Longford family honoured to meet Pope Francis in Rome

Joe Doran from Cullyfad suffers from Huntington's Disease: he and his mother Pauline met Pope Francis recently

Aisling Kiernan

Reporter:

Aisling Kiernan

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aisling.kiernan@longfordleader.ie

Doran family honoured to meet  Pope Francis   in Rome

Longford man Joe Doran meets Pope Francis in Rome.

Last month one Longford man and his mother were in the Vatican for an audience with Pope Francis.

Joe Doran from Cullyfad and his mother Pauline were part of a Huntington’s Disease contingent from across the globe that met with the Pope in Rome.

Joe, who is in his 40s, was diagnosed with the disease about 10 years ago; Pauline is his carer.

“It was a great honour to meet the pope,” Joe told the Longford Leader this week while Pauline said she found the experience both surreal and moving.

Pope Francis is the first pope to publicly recognise HD, and he invited families from Ireland and around the world for a historic audience at the Vatican on May 18, last.

The Pope greeted and embraced each person with HD and their family members on the day.

“May none of you ever feel you are alone; may none of you feel you are a burden; may no one feel they need to run away,” the Pope said.

“You are precious in the eyes of God; you are precious in the eyes of the Church.”

Meanwhile, back in Longford, Joe is preparing for his annual walk - The Joe Doran HD Awareness Walk - which takes place at Lough Key Forest Park in July.

Joe likes to run the walk to coincide with his father and brother’s anniversaries.

His father died 20 years ago and his brother John who was a street performer in Galway passed away following a car accident in 2003.

“HD makes you tired all the time,” added Joe before pointing out that he likes to walk as much as he can with his beloved dog Nanooke.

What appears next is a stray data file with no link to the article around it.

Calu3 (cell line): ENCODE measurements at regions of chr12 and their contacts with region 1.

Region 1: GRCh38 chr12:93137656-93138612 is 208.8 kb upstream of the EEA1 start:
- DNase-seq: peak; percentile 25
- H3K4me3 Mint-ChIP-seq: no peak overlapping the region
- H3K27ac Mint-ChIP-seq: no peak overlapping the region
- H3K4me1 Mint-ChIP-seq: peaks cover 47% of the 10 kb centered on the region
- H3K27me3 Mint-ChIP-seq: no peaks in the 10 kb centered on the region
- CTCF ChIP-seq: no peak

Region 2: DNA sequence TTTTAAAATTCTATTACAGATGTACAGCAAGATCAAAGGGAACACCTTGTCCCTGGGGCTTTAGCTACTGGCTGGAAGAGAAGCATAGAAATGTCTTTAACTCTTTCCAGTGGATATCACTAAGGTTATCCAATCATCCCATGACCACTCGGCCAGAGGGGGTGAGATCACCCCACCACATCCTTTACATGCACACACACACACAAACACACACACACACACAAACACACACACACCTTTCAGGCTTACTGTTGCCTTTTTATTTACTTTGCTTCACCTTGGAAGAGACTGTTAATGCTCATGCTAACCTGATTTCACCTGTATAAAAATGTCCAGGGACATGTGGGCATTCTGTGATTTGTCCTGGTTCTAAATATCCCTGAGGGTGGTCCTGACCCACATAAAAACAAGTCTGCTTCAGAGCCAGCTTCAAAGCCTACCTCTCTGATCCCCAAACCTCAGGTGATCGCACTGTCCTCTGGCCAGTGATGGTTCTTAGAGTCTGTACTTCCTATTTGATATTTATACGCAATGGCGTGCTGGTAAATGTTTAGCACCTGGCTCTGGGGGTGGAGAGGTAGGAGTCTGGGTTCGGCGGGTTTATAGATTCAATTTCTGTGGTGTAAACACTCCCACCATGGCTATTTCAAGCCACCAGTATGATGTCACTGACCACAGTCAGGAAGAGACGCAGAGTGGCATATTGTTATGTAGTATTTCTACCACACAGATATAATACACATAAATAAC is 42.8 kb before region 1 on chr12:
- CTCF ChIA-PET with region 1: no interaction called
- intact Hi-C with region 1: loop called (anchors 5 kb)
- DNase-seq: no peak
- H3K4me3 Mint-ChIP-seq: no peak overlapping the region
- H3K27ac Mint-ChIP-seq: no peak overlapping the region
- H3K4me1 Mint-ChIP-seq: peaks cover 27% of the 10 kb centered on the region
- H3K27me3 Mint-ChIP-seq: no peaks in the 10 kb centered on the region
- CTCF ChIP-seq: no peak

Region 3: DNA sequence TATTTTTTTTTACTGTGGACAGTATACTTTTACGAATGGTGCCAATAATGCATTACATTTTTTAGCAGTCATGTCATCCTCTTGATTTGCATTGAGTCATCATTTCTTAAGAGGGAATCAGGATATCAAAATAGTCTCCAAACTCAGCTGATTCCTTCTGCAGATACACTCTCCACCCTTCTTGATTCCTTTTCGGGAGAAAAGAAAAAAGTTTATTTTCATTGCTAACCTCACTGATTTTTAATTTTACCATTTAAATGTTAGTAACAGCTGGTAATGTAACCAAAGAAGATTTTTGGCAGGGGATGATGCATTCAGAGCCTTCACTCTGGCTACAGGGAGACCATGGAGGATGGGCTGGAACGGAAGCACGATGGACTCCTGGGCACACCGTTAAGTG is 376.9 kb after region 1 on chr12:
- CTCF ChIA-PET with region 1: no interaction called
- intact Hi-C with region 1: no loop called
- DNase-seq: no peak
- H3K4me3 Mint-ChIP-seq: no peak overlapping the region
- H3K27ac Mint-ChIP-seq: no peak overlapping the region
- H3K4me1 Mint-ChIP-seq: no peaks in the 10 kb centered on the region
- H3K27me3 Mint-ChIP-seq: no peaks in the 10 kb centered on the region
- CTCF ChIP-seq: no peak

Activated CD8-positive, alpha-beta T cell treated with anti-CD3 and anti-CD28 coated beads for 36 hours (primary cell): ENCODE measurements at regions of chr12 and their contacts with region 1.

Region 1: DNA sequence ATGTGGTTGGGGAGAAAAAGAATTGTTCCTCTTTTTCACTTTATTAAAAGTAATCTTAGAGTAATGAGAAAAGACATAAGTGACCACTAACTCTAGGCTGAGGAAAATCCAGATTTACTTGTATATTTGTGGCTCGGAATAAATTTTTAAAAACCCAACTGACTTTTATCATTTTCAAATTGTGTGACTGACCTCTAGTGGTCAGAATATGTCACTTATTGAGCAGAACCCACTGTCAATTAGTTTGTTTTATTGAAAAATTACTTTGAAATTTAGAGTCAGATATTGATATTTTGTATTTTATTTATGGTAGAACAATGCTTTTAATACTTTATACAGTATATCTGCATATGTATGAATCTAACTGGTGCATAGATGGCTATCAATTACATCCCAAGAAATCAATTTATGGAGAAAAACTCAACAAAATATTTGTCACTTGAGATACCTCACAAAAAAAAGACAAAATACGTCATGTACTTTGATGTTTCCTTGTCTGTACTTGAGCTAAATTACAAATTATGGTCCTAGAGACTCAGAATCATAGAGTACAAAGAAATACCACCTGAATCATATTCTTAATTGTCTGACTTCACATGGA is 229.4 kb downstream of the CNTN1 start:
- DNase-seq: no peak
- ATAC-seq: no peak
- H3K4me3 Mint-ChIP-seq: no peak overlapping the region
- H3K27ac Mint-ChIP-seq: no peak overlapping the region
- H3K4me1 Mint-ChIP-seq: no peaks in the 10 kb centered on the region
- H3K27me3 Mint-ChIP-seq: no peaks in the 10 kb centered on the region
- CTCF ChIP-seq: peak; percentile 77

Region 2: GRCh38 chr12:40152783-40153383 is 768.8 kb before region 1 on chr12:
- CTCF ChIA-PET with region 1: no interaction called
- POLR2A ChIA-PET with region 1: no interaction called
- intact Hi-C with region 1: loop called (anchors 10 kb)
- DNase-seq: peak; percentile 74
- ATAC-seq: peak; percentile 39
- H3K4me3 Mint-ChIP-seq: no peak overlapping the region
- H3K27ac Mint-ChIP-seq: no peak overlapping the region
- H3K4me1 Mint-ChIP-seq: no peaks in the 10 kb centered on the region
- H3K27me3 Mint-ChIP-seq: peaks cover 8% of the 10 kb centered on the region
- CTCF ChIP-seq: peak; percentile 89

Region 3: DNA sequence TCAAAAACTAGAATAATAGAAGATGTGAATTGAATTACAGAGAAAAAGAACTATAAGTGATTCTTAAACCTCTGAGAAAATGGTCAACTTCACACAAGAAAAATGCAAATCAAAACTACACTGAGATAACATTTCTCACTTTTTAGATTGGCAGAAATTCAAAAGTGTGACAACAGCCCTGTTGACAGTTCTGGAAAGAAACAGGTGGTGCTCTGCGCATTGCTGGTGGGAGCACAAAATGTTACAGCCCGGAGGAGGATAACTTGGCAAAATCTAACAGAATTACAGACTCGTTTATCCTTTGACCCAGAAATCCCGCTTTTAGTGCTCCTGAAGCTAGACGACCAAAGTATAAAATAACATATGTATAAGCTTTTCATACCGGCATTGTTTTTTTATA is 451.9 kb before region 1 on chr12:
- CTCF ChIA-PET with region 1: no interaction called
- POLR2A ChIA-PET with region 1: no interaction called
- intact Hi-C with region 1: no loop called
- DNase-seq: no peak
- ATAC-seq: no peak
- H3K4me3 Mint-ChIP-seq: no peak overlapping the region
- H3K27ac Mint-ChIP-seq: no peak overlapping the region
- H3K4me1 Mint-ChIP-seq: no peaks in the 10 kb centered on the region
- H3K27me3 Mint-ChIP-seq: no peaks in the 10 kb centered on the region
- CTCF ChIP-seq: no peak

“If I didn’t walk I would end up in a wheelchair.”

Joe receives a lot of support from the HSE as his illness continues to progress.

He has a personal assistant - Joe Egan from Independent Living in Longford - who provides a number of hours of care while the Alzheimer's Society in Longford also provides Pauline with some respite hours.

Joe attends regular appointments with a dietician and physiotherapist.

“We are very grateful for all the help and support that Joe gets,” said Pauline, before paying tribute to her daughter Anne and her brothers, sisters and their families who are also very caring and supportive to Joe and Pauline.

“HD can shorten a person’s life; children and teenagers can get it as well.”

Caring for someone with HD is a 24/7 job despite the fact that those with the illness are provided with as much independence as possible.

Pauline cooks Joe’s meals, she drops him to hospital appointments and to the various courses and local centres that he attends.

She also helps with his personal care while Joe is encouraged to make his own breakfast in the mornings.

Pauline says that while her son’s determination to be as independent as possible is very admirable, she is always conscious of the fact that his balance could go at any time and, as a result of this, he could fall and injure himself.

“If he were to break bones for example, they probably wouldn’t heal very quickly and that would be problematic in itself,” she continued.

“Joe walks, goes swimming and joins in as much fundraising as he can.

“He does the parkrun every Saturday and keeps active; in fact he could spend hours walking every day.”

Joe Doran also loves gardening and boasts his own polytunnel which is packed to the brim with assorted vegetables and delicious strawberries!

“Routine is essential for someone with HD,” Pauline continued before pointing out that the disease was a genetic brain disorder which is currently incurable.

“It causes brain cells in certain parts of the brain to die, resulting over time in involuntary movements, personality and mood changes and slurred speech.

“Cognitive changes result in a decreasing ability to plan and organise and to maintain mental flexibility.

“Many people may also suffer from psychiatric symptoms such as depression and anxiety.”

But before long both Joe and Pauline are back to chatting about Pope Francis!

“It was unreal to be honest; when you talk about the Pope it is like a picture of him, but for us we were up close and personal,” smiled Pauline.

“Joe was quite taken with him; he found him to be a very honest and sincere person.

“I was totally gobsmacked to be honest.”

On the day, the Pope chatted to everyone from the Huntington’s Associations across the world, individually, and then presented those in his attendance with Rosary beads and a blessing.

“It was very moving to be so close to a person who is so eminent,” smiled Pauline.

“Joe and my brother were also very moved by the experience.”